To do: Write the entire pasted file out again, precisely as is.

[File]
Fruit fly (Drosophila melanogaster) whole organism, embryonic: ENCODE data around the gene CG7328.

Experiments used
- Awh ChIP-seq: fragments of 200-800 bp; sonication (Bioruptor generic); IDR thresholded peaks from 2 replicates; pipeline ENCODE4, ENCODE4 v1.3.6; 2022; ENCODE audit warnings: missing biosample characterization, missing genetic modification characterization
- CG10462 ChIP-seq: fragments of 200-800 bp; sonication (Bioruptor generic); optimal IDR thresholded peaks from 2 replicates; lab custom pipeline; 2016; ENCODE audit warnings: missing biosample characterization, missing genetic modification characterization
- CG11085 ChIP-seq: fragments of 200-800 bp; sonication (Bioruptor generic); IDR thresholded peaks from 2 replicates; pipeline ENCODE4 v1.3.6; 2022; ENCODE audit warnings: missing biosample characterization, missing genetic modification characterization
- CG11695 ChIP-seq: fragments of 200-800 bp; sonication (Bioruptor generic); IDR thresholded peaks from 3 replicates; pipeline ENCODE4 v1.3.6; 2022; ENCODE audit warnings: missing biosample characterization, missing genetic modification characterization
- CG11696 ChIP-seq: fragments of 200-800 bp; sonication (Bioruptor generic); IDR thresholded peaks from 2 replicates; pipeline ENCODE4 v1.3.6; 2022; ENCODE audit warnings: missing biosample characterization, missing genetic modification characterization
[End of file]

Fruit fly (Drosophila melanogaster) whole organism, embryonic: ENCODE data around the gene CG7328.

Experiments used
- Awh ChIP-seq: fragments of 200-800 bp; sonication (Bioruptor generic); IDR thresholded peaks from 2 replicates; pipeline ENCODE4, ENCODE4 v1.3.6; 2022; ENCODE audit warnings: missing biosample characterization, missing genetic modification characterization
- CG10462 ChIP-seq: fragments of 200-800 bp; sonication (Bioruptor generic); optimal IDR thresholded peaks from 2 replicates; lab custom pipeline; 2016; ENCODE audit warnings: missing biosample characterization, missing genetic modification characterization
- CG11085 ChIP-seq: fragments of 200-800 bp; sonication (Bioruptor generic); IDR thresholded peaks from 2 replicates; pipeline ENCODE4 v1.3.6; 2022; ENCODE audit warnings: missing biosample characterization, missing genetic modification characterization
- CG11695 ChIP-seq: fragments of 200-800 bp; sonication (Bioruptor generic); IDR thresholded peaks from 3 replicates; pipeline ENCODE4 v1.3.6; 2022; ENCODE audit warnings: missing biosample characterization, missing genetic modification characterization
- CG11696 ChIP-seq: fragments of 200-800 bp; sonication (Bioruptor generic); IDR thresholded peaks from 2 replicates; pipeline ENCODE4 v1.3.6; 2022; ENCODE audit warnings: missing biosample characterization, missing genetic modification characterization